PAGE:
Iconic singer-songwriter Bob Dylan was awarded the Nobel Prize for Literature last October (see my post in the October archives), and now his acceptance speech has been released by the Nobel Foundation. In his talk, Dylan discusses his musical inspirations, namely Buddy Holly, but what's more interesting is his memories of great literature that taught him "a way of looking at life, an understanding of human nature, and a standard to measure things by." This is exactly what English teachers should be doing each day in class. He goes into detail about three of the most important works in all of literary history, Moby Dick, All Quiet on the Western Front, and The Odyssey. While Dylan never gives a clear answer as to how closely song lyrics should be equated with other literary forms, he deftly describes how language, theme, and narrative affect all of us all of the time. Take a listen, or if you'd rather read the lecture, check here.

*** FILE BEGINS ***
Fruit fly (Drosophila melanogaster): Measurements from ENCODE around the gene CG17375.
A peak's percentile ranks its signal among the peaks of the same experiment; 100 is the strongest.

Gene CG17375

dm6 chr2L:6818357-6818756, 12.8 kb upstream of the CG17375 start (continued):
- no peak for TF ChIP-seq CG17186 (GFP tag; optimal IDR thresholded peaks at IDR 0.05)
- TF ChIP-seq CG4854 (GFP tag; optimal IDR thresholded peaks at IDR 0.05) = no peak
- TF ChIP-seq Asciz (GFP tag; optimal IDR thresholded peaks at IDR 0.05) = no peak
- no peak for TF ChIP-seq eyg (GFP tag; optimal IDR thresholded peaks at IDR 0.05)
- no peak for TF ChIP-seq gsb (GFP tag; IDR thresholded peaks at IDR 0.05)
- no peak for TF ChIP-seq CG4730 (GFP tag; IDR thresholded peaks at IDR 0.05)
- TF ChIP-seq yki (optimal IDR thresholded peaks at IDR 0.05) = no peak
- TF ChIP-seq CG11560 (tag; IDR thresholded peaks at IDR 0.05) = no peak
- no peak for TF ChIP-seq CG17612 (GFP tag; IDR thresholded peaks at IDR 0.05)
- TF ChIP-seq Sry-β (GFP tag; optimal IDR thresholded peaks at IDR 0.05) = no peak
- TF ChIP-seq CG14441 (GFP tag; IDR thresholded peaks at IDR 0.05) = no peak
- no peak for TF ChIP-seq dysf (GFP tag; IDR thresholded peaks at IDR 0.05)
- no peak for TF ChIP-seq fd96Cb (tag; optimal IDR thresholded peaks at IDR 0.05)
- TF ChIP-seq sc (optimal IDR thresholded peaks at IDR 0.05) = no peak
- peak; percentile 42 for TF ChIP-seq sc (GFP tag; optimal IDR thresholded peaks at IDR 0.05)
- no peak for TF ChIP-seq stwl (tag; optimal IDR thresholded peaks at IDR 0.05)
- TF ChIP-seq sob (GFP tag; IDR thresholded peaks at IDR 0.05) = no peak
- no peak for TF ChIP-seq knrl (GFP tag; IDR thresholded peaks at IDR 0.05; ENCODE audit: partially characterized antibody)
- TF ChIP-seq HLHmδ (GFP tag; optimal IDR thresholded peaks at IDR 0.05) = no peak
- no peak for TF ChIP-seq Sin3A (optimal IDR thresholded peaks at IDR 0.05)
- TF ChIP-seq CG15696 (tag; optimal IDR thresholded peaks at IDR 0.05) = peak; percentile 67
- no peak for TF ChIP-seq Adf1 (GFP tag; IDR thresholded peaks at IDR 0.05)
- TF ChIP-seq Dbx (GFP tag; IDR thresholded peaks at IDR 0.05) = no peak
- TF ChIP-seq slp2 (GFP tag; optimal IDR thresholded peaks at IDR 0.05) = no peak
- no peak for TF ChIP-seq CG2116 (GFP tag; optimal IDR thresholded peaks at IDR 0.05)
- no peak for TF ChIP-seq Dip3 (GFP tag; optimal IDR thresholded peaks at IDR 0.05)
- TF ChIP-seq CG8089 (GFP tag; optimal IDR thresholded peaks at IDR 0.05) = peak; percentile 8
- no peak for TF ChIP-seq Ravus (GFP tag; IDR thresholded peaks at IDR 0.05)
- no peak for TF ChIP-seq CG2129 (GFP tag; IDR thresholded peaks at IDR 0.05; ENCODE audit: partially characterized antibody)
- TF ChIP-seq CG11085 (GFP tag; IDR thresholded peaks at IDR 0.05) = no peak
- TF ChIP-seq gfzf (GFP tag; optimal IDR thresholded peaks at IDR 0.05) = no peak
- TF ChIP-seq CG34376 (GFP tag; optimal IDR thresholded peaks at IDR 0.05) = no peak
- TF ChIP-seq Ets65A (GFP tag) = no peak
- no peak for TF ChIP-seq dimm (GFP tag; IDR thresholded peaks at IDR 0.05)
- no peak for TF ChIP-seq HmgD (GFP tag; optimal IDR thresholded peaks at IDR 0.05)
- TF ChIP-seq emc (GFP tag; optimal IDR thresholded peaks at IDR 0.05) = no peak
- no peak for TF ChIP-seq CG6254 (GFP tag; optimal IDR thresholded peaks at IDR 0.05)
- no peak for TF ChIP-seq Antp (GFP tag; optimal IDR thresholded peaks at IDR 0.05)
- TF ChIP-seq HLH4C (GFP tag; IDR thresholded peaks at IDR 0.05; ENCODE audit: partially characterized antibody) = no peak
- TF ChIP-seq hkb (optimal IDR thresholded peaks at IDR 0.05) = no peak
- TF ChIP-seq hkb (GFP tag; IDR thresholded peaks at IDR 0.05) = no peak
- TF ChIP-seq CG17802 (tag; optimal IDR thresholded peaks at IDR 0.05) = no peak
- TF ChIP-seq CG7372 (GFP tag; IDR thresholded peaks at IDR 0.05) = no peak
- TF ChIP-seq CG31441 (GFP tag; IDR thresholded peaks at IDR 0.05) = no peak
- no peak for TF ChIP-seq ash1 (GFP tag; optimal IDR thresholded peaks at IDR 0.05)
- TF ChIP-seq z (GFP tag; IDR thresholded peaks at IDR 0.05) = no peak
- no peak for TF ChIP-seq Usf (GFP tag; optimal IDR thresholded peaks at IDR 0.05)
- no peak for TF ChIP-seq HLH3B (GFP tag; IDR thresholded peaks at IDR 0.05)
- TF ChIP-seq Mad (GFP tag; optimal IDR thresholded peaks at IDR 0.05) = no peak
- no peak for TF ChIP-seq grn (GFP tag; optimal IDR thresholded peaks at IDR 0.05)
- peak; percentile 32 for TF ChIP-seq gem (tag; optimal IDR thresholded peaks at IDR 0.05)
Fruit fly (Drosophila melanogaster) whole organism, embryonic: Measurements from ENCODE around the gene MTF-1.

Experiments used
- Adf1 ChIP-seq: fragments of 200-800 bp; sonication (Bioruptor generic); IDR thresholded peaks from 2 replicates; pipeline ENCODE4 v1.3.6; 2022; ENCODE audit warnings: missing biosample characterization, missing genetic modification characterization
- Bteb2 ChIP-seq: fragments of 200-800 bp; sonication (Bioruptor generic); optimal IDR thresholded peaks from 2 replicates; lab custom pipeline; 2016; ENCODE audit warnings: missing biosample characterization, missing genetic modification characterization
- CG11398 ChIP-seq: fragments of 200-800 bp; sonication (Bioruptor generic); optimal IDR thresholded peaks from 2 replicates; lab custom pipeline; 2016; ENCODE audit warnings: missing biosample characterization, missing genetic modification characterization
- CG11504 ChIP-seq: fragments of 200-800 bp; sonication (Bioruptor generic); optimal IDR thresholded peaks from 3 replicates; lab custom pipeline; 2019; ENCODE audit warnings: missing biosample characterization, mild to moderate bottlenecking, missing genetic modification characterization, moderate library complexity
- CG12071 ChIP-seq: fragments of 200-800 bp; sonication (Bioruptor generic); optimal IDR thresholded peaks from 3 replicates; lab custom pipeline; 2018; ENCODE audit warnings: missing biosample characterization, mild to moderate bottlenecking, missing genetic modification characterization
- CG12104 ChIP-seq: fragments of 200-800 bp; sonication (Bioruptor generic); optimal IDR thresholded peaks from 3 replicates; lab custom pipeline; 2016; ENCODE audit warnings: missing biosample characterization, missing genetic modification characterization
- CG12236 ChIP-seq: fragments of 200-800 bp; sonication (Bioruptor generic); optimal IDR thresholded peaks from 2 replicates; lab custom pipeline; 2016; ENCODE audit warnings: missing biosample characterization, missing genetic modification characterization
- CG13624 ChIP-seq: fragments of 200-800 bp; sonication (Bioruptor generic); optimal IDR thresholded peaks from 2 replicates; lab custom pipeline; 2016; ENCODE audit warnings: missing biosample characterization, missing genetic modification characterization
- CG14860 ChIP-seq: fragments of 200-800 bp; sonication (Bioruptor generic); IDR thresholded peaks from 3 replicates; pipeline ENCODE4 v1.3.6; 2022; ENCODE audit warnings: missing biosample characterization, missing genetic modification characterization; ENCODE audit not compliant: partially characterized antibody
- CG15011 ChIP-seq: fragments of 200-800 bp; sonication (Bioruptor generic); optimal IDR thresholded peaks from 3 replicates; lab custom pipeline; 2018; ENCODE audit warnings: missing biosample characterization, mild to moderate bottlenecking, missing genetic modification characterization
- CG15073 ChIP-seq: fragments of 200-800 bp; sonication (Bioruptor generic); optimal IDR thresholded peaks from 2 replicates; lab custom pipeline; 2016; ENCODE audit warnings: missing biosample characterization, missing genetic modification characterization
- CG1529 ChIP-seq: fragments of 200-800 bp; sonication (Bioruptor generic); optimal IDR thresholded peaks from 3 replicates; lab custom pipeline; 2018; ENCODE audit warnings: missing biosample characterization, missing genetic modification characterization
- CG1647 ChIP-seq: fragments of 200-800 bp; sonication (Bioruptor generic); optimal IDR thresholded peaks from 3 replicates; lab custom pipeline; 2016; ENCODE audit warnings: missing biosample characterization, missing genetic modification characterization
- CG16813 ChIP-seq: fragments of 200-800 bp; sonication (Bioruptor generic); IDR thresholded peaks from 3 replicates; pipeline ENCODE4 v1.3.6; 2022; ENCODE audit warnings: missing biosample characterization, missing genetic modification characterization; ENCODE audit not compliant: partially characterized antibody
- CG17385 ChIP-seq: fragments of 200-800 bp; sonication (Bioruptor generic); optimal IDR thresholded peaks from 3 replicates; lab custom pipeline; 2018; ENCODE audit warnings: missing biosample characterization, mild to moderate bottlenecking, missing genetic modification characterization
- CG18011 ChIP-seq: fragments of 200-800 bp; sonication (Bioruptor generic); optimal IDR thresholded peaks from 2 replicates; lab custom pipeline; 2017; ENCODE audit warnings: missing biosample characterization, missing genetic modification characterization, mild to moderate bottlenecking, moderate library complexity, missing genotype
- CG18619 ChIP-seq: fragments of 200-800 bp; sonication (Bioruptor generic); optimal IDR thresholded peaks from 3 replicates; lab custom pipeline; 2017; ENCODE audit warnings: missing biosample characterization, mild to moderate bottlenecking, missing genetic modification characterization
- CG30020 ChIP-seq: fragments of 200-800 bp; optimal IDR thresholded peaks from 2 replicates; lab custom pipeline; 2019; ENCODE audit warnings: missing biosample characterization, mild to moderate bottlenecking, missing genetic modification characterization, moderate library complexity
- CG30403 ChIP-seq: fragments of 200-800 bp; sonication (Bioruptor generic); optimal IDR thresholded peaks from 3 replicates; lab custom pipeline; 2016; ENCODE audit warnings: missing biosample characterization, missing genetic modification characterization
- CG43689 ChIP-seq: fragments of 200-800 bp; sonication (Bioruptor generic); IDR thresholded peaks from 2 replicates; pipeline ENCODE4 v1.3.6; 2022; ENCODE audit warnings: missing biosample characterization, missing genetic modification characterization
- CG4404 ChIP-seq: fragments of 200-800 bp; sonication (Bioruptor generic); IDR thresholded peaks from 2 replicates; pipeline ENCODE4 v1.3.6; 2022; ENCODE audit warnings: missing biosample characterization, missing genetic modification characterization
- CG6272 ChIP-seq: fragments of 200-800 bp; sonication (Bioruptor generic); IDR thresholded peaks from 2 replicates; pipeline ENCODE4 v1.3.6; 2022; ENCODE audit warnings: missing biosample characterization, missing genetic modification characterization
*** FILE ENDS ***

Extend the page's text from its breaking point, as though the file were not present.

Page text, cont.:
Dr. Spivey is a college English professor and lives in Scottsdale, Arizona.